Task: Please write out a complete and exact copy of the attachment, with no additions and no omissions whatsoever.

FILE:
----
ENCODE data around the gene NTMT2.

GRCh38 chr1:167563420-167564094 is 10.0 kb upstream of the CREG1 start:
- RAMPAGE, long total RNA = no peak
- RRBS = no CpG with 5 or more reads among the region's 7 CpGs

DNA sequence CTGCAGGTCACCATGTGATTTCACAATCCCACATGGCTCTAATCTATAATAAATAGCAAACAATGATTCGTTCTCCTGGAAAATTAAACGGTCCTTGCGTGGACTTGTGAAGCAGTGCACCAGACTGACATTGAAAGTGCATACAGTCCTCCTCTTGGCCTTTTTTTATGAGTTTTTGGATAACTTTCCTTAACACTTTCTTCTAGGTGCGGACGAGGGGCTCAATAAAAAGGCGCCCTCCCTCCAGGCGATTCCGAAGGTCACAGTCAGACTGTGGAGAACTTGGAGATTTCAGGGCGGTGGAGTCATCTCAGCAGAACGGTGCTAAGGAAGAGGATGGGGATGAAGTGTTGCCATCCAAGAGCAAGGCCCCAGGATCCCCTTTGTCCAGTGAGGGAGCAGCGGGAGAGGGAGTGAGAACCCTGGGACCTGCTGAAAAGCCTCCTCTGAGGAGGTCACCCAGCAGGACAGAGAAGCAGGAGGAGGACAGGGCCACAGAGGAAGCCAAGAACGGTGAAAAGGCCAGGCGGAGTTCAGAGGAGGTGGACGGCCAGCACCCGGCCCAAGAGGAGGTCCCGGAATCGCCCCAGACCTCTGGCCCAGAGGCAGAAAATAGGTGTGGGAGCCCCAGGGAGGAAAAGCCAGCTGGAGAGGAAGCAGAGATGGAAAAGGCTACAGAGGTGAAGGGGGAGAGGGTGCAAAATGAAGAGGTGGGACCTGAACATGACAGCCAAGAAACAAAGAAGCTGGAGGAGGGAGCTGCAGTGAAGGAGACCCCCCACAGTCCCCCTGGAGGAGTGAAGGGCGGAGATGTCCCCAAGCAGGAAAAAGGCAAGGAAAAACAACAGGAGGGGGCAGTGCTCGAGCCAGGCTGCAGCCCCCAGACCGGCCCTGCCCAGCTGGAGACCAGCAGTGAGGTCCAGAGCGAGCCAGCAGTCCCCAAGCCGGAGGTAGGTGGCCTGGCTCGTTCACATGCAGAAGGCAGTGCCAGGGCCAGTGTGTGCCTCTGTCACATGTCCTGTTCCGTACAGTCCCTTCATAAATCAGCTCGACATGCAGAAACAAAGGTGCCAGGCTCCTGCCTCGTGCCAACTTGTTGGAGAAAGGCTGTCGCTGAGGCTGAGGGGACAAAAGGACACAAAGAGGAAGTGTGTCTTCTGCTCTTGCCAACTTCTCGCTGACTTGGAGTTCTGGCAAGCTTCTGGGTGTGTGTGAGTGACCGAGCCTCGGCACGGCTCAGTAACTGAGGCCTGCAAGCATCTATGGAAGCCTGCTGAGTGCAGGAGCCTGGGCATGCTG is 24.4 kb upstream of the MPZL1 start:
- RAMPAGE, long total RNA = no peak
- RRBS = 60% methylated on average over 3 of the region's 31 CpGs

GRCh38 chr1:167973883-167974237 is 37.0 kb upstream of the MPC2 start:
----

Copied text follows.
ENCODE data around the gene NTMT2.

GRCh38 chr1:167563420-167564094 is 10.0 kb upstream of the CREG1 start:
- RAMPAGE, long total RNA = no peak
- RRBS = no CpG with 5 or more reads among the region's 7 CpGs

DNA sequence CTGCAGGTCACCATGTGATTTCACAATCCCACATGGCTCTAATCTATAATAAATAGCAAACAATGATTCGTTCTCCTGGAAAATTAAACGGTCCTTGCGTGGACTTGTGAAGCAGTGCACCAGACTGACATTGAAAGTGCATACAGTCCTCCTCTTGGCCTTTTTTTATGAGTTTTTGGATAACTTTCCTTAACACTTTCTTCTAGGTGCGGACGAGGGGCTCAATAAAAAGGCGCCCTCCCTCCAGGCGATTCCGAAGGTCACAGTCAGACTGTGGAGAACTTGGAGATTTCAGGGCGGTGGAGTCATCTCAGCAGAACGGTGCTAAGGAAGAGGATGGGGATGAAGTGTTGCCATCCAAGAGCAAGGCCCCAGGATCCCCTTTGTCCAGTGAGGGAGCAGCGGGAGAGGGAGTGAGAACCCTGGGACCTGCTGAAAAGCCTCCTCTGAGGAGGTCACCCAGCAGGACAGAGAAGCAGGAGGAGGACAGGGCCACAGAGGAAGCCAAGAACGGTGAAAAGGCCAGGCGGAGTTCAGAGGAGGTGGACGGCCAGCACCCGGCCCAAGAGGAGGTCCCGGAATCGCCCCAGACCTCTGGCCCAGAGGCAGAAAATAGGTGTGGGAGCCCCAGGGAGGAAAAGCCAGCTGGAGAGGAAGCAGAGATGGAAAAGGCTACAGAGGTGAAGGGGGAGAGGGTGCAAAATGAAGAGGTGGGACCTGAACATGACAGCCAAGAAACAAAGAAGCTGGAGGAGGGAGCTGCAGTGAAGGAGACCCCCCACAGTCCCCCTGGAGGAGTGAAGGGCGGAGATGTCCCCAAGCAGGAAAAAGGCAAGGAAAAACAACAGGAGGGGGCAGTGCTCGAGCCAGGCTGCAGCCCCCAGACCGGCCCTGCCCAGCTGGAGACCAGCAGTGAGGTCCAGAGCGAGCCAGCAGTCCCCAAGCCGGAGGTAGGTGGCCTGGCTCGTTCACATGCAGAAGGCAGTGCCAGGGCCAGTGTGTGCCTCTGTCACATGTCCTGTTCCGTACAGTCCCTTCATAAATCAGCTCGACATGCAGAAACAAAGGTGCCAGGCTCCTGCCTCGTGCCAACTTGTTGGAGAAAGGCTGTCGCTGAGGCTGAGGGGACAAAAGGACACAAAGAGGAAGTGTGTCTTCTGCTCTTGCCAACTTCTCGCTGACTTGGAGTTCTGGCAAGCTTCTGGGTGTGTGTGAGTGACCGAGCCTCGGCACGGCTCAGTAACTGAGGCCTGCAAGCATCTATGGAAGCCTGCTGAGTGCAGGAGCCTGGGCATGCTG is 24.4 kb upstream of the MPZL1 start:
- RAMPAGE, long total RNA = no peak
- RRBS = 60% methylated on average over 3 of the region's 31 CpGs

GRCh38 chr1:167973883-167974237 is 37.0 kb upstream of the MPC2 start: